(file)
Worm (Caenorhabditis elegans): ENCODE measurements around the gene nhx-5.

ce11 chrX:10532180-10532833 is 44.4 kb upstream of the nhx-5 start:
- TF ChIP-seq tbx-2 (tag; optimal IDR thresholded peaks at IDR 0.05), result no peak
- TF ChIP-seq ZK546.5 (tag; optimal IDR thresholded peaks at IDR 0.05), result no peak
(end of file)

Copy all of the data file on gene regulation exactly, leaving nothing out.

Worm (Caenorhabditis elegans): ENCODE measurements around the gene nhx-5.

ce11 chrX:10532180-10532833 is 44.4 kb upstream of the nhx-5 start:
- TF ChIP-seq tbx-2 (tag; optimal IDR thresholded peaks at IDR 0.05), result no peak
- TF ChIP-seq ZK546.5 (tag; optimal IDR thresholded peaks at IDR 0.05), result no peak